5 Investment Property Finance Tips to Help You Get the Financing You Need

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There’s no question that mortgage financing is a big part of your business if you’re a real estate investor. Because of this, it’s important to maintain your financial profile so that you can easily qualify for financing and take advantage of the best terms you can.

As a mortgage consultant and real estate investor, there are some common stumbling blocks I see that hinder investors from getting the financing they need. The following are some important investment property finance tips to keep in mind as you build your business.

5 Investment Property Finance Tips to Help You Get the Financing You Need

1. Maintain your credit.

Having good credit scores is not a prerequisite for being a successful real estate investor, but it certainly can help. If your goal is to acquire long-term buy and hold properties, chances are you’re going to need traditional bank financing at some point. Traditional banks place a lot of weight on credit scores, so it’s important to regularly monitor your credit, make all payments on time, and take care of any errors or inaccuracies promptly.

Also, be careful not to over-utilize your credit. If your credit card balances are more than 30% of your credit limit, it can hurt your credit scores.

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2. Consider the Delayed Financing program.

Previously, Fannie Mae did not allow you to do a cash-out loan on a property until you’d owned it at least six months. With the introduction of the Delayed Financing program in mid-2011, Fannie Mae began offering real estate investors and home buyers the ability to do a cash-out refinance on your home and recapture the assets used to make the purchase within 24 hours of closing.

Related: The Comprehensive Guide for Financing Your Very First Real Estate Deal

3. Maintain adequate reserve funds.

It’s never a good idea to stretch yourself too thin financially as a real estate investor because you can always expect that the unexpected eventually will happen. However, having adequate reserves is also important when qualifying for financing. Hard money lenders and traditional banks like to see that you have the money to do the deal and cover the unforeseen should it arise. Hard money guidelines vary depending on the lender, but if you’re working with a traditional bank, be prepared to document up to six months’ worth of payments in reserve for each financed residential investment property you have.

4. Make your money when you buy.

A lot of investors got into heaps of trouble speculating on rising home values during the housing boom when the market turned against them. Folks, this is not investing; this is hoping the market will throw you a bone. Sure, some people got lucky, but this kind of strategy (or is it gambling?) probably isn’t going to work in today’s market.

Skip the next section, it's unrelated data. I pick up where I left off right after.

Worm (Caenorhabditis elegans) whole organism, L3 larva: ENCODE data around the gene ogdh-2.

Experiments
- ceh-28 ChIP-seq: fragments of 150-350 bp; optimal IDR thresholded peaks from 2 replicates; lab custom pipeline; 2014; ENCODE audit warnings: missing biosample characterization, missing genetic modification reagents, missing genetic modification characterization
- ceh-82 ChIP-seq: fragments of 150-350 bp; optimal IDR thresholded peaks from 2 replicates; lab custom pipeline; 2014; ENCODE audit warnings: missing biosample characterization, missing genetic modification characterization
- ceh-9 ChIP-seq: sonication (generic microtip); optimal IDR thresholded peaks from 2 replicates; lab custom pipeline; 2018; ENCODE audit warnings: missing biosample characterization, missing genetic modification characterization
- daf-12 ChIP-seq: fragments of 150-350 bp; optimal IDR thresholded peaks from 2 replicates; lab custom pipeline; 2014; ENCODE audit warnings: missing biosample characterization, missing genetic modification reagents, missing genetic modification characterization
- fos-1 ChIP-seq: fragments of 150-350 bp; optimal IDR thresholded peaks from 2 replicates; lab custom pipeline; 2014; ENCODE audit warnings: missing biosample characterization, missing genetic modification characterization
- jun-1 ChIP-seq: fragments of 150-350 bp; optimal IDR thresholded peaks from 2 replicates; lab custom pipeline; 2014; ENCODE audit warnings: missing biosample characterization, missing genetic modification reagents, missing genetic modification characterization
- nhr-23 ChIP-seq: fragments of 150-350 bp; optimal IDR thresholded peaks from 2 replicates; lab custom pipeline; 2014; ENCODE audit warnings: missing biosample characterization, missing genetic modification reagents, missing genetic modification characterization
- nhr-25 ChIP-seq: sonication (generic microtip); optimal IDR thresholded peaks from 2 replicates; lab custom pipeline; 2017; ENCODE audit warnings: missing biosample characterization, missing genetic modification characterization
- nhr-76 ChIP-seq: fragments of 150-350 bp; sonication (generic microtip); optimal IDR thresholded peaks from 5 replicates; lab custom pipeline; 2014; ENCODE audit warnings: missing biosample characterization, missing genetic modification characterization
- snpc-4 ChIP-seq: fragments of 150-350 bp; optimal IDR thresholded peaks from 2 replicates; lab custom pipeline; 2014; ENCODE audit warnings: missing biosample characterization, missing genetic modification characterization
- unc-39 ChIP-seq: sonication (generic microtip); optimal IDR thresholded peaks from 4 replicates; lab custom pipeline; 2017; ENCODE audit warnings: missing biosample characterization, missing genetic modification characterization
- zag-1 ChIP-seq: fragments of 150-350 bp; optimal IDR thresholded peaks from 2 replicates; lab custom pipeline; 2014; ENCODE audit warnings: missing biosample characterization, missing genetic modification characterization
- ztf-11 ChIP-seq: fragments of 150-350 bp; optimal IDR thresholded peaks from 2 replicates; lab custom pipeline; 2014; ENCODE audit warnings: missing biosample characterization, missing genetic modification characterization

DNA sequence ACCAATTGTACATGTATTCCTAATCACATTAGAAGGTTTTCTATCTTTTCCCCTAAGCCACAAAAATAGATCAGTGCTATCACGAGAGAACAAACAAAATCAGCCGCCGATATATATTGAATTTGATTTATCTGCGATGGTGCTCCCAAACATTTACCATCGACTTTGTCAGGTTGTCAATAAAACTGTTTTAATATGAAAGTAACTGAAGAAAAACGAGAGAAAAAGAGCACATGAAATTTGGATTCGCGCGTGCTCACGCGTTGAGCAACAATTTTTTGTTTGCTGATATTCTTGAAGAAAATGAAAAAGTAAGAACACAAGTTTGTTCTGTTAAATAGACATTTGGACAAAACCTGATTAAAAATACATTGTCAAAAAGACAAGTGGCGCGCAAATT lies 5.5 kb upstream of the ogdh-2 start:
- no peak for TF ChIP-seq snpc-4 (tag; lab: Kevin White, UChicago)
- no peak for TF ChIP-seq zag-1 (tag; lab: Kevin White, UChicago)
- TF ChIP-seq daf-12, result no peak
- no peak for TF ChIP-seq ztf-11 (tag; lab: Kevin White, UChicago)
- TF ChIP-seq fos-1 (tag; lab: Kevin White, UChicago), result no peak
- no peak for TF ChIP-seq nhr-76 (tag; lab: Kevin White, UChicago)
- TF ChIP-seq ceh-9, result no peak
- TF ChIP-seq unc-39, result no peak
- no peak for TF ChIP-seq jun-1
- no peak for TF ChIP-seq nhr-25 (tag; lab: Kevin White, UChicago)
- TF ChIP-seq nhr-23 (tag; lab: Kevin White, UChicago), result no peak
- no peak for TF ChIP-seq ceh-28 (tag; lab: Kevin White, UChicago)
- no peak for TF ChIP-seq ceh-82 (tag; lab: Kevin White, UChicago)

It’s important that you structure your deals so that your profits are built in when you buy. In other words, buy your rehab deals with enough margin that you can make money even if an unexpected expense arises. Buy your rentals based on current, realistic expenses and cash flow, not what they might be at some point in the future. Building your profits into your deals when you buy will make it far easier to obtain the financing you need to get the deal done.

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Related: Creative Financing: 5 Outside-the-Box Tools Savvy Investors Use to Build Wealth

5. Have multiple exit strategies.

A traditional bank won’t necessarily care if you have more than one exit strategy, but a hard money lender probably will. Hard money lenders lend on a short-term basis, and they like to see that you have a contingency plan for repaying them in case your plan “A” doesn’t pan out the way you expected. Structuring your deals so you have more than one exit strategy will greatly help you when you’re asking for money to finance the deal.

Conclusion

Again, just to recap, keep an eyeball on your credit and maintain a good reserve account so that you’re a financially strong borrower. Secondly, structure your deals with multiple exits and build your profits in when you buy instead of waiting on the market to make your money for you. And finally, consider using the Delayed Financing program to recapture assets within 24 hours of purchase.

Any tips you’d add to this list?

Let me know with a comment!

About Author

Mark Fitzpatrick is a mortgage banking veteran and real estate investor who blogs about mortgage financing and related topics at MortgageMusings.com. You can follow Mark on Google+ or on Twitter. NMLS #382064.

1 Comment

  1. Jackie Botham

    Thank you, Mark for the great post! I am at the point right now of being maxed out on my DTI for my conventional lender and I am trying to figure out what to do next. This post could not have been more timely for me! I did not realize that Fannie Mae guidelines offer the “delayed financing” option! It’s good to know that! Thank you again!

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